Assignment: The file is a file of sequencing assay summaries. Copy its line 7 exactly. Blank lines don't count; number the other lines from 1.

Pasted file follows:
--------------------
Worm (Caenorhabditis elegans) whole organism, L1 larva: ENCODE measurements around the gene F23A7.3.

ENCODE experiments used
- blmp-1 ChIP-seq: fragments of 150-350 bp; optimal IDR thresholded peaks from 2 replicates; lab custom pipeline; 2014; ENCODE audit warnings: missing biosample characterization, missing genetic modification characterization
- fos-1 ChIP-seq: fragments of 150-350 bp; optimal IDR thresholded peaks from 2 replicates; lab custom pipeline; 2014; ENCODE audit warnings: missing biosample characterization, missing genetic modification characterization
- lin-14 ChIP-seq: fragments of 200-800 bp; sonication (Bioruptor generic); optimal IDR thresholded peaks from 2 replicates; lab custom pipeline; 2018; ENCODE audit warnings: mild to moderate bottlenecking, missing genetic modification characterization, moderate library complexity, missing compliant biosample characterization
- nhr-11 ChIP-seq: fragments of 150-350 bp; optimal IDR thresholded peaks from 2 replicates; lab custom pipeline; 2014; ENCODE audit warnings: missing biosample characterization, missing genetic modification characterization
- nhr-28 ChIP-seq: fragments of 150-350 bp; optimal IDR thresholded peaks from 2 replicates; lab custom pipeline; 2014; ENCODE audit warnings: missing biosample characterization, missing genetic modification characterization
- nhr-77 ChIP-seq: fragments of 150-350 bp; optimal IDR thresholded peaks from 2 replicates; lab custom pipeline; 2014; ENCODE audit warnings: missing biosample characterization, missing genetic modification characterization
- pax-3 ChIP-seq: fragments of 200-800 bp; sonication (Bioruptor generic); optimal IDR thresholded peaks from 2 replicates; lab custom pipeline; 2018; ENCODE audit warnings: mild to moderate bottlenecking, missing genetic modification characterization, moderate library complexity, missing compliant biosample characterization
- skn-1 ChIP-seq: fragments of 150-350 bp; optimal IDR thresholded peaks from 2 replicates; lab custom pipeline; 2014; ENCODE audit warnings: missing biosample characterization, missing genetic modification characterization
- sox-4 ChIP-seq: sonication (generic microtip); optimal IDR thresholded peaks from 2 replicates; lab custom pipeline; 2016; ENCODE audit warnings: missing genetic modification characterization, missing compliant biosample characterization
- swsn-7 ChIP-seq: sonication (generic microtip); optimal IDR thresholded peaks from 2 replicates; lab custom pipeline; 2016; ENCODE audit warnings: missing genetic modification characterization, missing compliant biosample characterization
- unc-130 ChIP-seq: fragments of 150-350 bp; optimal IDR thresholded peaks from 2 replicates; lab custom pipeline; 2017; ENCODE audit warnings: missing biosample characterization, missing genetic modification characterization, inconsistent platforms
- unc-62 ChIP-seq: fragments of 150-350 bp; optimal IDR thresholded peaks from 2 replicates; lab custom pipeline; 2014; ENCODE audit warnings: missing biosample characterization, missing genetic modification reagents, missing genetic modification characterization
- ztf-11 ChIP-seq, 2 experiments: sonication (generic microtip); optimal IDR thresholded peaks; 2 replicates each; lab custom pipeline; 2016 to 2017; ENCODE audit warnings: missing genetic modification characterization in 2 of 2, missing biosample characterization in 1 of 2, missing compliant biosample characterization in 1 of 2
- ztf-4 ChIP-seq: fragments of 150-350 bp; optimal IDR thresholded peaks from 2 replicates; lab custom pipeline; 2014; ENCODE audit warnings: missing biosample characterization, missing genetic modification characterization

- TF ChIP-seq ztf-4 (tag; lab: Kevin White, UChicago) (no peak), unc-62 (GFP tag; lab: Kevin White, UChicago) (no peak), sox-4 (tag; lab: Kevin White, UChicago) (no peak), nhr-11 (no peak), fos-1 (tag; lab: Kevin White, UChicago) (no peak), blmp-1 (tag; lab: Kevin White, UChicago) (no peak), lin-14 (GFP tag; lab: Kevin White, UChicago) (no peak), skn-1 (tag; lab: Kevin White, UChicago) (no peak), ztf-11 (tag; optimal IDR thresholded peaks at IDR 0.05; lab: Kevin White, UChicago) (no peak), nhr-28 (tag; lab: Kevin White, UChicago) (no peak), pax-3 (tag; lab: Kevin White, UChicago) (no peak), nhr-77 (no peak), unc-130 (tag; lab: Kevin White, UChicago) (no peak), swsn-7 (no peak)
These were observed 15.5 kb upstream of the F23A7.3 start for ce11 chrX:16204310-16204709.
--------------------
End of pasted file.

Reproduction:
- nhr-28 ChIP-seq: fragments of 150-350 bp; optimal IDR thresholded peaks from 2 replicates; lab custom pipeline; 2014; ENCODE audit warnings: missing biosample characterization, missing genetic modification characterization